Waymo’s Self-Driving Jaguars Arrive With New, Homegrown Tech

If you’re in Mountain View and you spot a self-driving car, the smart money says it’s one of Waymo’s modified Chrysler Pacifica minivans. If you see an electric car, it’s most likely a Tesla. But the odds on both are set to change. Waymo is rolling out its new fleet of roboticized, all-electric Jaguar I-Pace SUVs, a robotic armada that over the next two years will grow to 20,000 strong.

At first glance, the newly outfitted I-Paces don’t look much different from the mocked-up version Waymo showed off nearly two years ago, when it announced a partnership with Jaguar. A closer look reveals a bigger shift offering hints about the future of autonomous vehicles. The two rooftop lidars on the Pacificas have been compressed into one unit that can handle both medium- and long-range sensing. The perimeter lidars near the wheels have been joined by “perimeter cameras.” A lidar and camera sit on the grille, where you’d normally see Jaguar’s roaring cat logo. And so on.

To borrow an auto industry phrase, this is more than a “facelift,” a package of minor changes designed to refresh a stale model. Over the past several years, hundreds of Waymo engineers have rebuilt most of the company’s self-driving hardware, chiefly the cameras, lidars, and radars that perceive the world around the car. They did almost all of the work in-house and from scratch. Now the electric Jaguar (which Waymo, inexplicably, declined to dub the I, Robot-Pace) is the first vehicle to benefit from the company’s fifth generation hardware suite.

All told, the vehicle can now see farther and in more detail, says Satish Jeyachandran, Waymo’s hardware lead. The cameras, for example, now collect useful data from more than 500 meters out. All the sensors can see through and survive in nasty weather. The system can be readily reconfigured to work as well on Waymo’s 18-wheeler as on the I-Pace. Just as important, Waymo says it can produce the components in adequate numbers for a commercial self-driving fleet. “We wanted this generation to be much more scalable and manufacturable and reduce the costs of the system by half,” Jeyachandran says. “I’m super confident that we are pretty close to achieving all of these metrics.”

Waymo’s hardware engineers built the system’s sensors from scratch, and added new “perimeter cameras” to detect objects very close to the vehicle.

Courtesy of Waymo

The new toolkit is the result of a long running, if quiet, push by the Alphabet subsidiary to invent its own hardware. When Waymo started life in 2009 as Google’s Project Chauffeur, it stuck off-the-shelf sensors on Toyota Priuses purchased at a local dealership. That included a roughly $80,000 rooftop lidar from Velodyne, which dominated the early laser scanner market. Soon, the Googlers developed their own lidar, which debuted around 2012 on their self-driving Lexus SUVs. When they moved on to the Firefly—the koala-like prototype without a steering wheel or pedals—they made much more of the hardware in-house, including the work of designing the cutesy two-seater.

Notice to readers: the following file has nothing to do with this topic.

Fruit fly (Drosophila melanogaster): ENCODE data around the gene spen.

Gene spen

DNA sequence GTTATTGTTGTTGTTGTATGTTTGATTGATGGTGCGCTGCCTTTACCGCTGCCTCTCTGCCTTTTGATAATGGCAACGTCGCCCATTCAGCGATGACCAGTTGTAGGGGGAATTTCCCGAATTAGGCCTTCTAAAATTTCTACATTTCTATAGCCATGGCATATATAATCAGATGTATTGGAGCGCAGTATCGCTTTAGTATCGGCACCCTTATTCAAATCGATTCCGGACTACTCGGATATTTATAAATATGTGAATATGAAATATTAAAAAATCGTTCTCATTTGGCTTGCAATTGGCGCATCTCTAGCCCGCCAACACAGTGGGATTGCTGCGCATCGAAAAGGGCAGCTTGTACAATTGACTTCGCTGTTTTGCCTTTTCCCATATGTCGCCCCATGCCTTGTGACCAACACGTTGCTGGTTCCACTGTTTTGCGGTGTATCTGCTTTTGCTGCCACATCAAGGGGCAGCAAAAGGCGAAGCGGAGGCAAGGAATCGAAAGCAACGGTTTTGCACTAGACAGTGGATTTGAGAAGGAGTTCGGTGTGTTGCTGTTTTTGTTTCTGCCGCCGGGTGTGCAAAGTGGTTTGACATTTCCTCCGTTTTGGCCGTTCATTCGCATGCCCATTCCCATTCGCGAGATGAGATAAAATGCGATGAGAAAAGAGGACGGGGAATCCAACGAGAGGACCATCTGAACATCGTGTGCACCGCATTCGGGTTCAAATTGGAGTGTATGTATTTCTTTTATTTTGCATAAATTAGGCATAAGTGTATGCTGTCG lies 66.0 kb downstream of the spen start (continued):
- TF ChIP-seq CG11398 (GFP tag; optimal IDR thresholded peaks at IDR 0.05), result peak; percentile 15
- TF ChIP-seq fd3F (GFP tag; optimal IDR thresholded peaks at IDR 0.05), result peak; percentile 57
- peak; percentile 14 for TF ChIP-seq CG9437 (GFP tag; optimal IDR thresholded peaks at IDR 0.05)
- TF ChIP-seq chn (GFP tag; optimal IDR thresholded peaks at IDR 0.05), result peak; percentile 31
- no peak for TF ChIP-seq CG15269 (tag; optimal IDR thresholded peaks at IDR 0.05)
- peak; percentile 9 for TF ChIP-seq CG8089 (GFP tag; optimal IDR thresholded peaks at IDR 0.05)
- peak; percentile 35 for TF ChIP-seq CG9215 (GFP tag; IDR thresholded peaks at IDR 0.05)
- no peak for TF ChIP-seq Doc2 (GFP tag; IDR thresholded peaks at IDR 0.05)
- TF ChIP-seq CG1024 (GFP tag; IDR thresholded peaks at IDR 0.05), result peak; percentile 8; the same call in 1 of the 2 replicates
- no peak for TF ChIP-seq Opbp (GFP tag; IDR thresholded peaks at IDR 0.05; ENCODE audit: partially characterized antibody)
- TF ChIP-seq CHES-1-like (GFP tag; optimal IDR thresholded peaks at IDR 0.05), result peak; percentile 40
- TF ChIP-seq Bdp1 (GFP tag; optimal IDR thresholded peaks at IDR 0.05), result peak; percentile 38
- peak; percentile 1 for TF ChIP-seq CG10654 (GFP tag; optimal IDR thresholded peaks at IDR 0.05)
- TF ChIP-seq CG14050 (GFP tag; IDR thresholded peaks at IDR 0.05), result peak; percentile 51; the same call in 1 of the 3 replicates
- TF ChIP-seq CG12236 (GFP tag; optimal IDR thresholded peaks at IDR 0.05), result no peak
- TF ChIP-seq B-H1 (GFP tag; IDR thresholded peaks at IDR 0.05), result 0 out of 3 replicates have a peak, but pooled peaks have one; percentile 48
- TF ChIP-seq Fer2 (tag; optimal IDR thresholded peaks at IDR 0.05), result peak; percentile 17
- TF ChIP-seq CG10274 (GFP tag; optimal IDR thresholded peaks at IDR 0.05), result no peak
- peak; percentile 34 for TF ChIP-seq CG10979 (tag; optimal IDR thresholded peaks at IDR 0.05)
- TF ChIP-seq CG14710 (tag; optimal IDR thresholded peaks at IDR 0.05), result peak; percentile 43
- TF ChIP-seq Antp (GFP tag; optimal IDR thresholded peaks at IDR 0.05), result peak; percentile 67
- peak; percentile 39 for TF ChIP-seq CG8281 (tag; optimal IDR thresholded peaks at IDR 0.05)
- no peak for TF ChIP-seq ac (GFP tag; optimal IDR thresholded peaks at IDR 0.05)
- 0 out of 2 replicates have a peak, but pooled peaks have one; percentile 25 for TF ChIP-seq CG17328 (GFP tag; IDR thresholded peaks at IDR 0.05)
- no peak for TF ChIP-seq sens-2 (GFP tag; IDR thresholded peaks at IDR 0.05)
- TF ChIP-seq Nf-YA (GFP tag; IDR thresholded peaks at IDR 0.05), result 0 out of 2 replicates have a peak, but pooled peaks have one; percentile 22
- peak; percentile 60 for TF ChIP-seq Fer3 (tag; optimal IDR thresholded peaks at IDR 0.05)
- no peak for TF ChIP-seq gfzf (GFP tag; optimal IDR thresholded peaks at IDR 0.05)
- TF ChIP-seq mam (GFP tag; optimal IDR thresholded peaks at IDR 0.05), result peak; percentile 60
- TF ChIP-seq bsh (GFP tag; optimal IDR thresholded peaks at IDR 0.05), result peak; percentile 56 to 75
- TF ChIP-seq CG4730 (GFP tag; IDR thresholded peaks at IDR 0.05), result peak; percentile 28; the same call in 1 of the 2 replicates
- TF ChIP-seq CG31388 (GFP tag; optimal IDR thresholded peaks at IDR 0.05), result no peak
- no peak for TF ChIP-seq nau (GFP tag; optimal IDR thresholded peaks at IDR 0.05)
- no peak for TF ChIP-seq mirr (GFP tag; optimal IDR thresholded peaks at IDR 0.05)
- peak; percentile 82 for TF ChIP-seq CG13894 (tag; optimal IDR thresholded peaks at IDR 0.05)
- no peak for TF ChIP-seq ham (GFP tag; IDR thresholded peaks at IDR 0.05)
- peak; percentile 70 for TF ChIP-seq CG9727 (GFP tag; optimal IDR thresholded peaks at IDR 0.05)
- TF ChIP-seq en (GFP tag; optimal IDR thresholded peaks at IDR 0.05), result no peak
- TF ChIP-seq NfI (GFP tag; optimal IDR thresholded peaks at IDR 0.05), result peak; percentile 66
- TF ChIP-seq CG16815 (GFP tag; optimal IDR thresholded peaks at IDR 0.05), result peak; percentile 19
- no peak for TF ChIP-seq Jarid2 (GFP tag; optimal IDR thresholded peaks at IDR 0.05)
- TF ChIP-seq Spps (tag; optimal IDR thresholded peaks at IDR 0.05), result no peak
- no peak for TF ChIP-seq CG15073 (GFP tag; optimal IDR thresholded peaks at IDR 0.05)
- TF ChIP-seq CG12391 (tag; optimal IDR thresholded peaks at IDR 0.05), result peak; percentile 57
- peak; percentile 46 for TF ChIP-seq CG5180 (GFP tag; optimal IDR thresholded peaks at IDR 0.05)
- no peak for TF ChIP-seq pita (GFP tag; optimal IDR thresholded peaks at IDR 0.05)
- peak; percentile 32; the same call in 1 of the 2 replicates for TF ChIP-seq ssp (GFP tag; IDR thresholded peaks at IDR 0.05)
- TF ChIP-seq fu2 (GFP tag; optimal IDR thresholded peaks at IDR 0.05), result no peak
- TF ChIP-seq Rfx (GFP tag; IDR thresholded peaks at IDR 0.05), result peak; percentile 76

Waymo (as it was christened in 2016) soon gave up building its own vehicles, but kept making the bits that replace the human driver, chiefly the sensors and the computer systems. The software may do the thinking, but it’s no good if it can’t rely on good sensing data, or reliable connections between the sensors and computers. The best way to ensure that everything going into the car meets Waymo’s standards, Jeyachandran says, is to do it themselves. “We realized that off-the-shelf doesn’t meet the requirements needed for self-driving.” With the financial backing of Alphabet and a head start in the field, Waymo could make the equipment it needed to see and navigate the world. In a statement, Velodyne says that it “continue[s] to develop sensor solutions.”

The effort—including paying hundreds of engineers for years of work—is not cheap. Nor is the output. Numbers are scarce here: In 2012, the company said its vehicles required about $150,000 worth of specialized equipment. In 2017, Waymo reported it had dropped the price of its lidar by 90 percent, to about $7,500. So the drive to reduce costs—especially for vehicles meant for the not-necessarily-lucrative taxi and delivery business—is easy to understand. This week, Waymo announced its first external investment, a $2.25 billion round led by Silver Lake, the Canada Pension Plan Investment Board, and the Mubadala Investment Company. Until this round, Waymo was funded by its parent company, Alphabet.